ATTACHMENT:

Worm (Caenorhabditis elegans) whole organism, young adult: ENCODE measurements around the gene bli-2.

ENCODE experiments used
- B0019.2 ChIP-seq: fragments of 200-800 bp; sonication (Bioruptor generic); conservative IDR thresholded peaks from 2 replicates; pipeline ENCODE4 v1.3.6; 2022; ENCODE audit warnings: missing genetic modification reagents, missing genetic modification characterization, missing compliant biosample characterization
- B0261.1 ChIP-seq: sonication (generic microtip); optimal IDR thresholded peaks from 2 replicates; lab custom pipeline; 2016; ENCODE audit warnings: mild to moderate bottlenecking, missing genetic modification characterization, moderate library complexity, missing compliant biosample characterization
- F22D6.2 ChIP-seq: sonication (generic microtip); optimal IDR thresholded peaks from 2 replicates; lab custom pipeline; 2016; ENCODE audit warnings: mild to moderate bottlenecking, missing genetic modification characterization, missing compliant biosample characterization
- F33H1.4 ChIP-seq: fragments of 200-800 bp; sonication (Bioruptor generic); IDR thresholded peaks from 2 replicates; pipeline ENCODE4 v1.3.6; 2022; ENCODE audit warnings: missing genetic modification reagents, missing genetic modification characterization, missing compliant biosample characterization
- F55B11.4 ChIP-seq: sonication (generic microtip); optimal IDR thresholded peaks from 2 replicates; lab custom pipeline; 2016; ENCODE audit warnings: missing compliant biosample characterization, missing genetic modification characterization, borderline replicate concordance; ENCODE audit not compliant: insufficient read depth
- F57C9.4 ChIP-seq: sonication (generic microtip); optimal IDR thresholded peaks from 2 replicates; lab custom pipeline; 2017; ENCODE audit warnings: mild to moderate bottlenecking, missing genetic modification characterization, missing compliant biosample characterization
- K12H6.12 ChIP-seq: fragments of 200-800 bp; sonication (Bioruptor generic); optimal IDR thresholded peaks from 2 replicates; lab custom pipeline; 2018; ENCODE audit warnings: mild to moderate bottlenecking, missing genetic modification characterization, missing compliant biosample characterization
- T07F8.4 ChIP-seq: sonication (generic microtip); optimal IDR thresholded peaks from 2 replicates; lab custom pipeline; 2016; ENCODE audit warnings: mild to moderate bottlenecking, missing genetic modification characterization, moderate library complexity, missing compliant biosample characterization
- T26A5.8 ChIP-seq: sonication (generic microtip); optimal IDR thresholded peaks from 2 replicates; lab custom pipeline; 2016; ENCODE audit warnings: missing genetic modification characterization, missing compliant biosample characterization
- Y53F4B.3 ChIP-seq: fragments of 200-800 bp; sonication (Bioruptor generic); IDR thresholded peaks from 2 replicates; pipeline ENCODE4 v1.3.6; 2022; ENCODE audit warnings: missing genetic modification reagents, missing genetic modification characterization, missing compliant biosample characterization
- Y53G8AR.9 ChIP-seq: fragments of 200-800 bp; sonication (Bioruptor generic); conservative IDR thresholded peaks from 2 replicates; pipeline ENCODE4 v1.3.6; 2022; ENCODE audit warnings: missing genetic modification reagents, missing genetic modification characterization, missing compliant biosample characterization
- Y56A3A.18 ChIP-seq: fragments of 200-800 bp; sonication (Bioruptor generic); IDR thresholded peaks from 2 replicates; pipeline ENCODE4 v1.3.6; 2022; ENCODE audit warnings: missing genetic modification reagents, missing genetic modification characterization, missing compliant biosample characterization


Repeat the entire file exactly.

Worm (Caenorhabditis elegans) whole organism, young adult: ENCODE measurements around the gene bli-2.

ENCODE experiments used
- B0019.2 ChIP-seq: fragments of 200-800 bp; sonication (Bioruptor generic); conservative IDR thresholded peaks from 2 replicates; pipeline ENCODE4 v1.3.6; 2022; ENCODE audit warnings: missing genetic modification reagents, missing genetic modification characterization, missing compliant biosample characterization
- B0261.1 ChIP-seq: sonication (generic microtip); optimal IDR thresholded peaks from 2 replicates; lab custom pipeline; 2016; ENCODE audit warnings: mild to moderate bottlenecking, missing genetic modification characterization, moderate library complexity, missing compliant biosample characterization
- F22D6.2 ChIP-seq: sonication (generic microtip); optimal IDR thresholded peaks from 2 replicates; lab custom pipeline; 2016; ENCODE audit warnings: mild to moderate bottlenecking, missing genetic modification characterization, missing compliant biosample characterization
- F33H1.4 ChIP-seq: fragments of 200-800 bp; sonication (Bioruptor generic); IDR thresholded peaks from 2 replicates; pipeline ENCODE4 v1.3.6; 2022; ENCODE audit warnings: missing genetic modification reagents, missing genetic modification characterization, missing compliant biosample characterization
- F55B11.4 ChIP-seq: sonication (generic microtip); optimal IDR thresholded peaks from 2 replicates; lab custom pipeline; 2016; ENCODE audit warnings: missing compliant biosample characterization, missing genetic modification characterization, borderline replicate concordance; ENCODE audit not compliant: insufficient read depth
- F57C9.4 ChIP-seq: sonication (generic microtip); optimal IDR thresholded peaks from 2 replicates; lab custom pipeline; 2017; ENCODE audit warnings: mild to moderate bottlenecking, missing genetic modification characterization, missing compliant biosample characterization
- K12H6.12 ChIP-seq: fragments of 200-800 bp; sonication (Bioruptor generic); optimal IDR thresholded peaks from 2 replicates; lab custom pipeline; 2018; ENCODE audit warnings: mild to moderate bottlenecking, missing genetic modification characterization, missing compliant biosample characterization
- T07F8.4 ChIP-seq: sonication (generic microtip); optimal IDR thresholded peaks from 2 replicates; lab custom pipeline; 2016; ENCODE audit warnings: mild to moderate bottlenecking, missing genetic modification characterization, moderate library complexity, missing compliant biosample characterization
- T26A5.8 ChIP-seq: sonication (generic microtip); optimal IDR thresholded peaks from 2 replicates; lab custom pipeline; 2016; ENCODE audit warnings: missing genetic modification characterization, missing compliant biosample characterization
- Y53F4B.3 ChIP-seq: fragments of 200-800 bp; sonication (Bioruptor generic); IDR thresholded peaks from 2 replicates; pipeline ENCODE4 v1.3.6; 2022; ENCODE audit warnings: missing genetic modification reagents, missing genetic modification characterization, missing compliant biosample characterization
- Y53G8AR.9 ChIP-seq: fragments of 200-800 bp; sonication (Bioruptor generic); conservative IDR thresholded peaks from 2 replicates; pipeline ENCODE4 v1.3.6; 2022; ENCODE audit warnings: missing genetic modification reagents, missing genetic modification characterization, missing compliant biosample characterization
- Y56A3A.18 ChIP-seq: fragments of 200-800 bp; sonication (Bioruptor generic); IDR thresholded peaks from 2 replicates; pipeline ENCODE4 v1.3.6; 2022; ENCODE audit warnings: missing genetic modification reagents, missing genetic modification characterization, missing compliant biosample characterization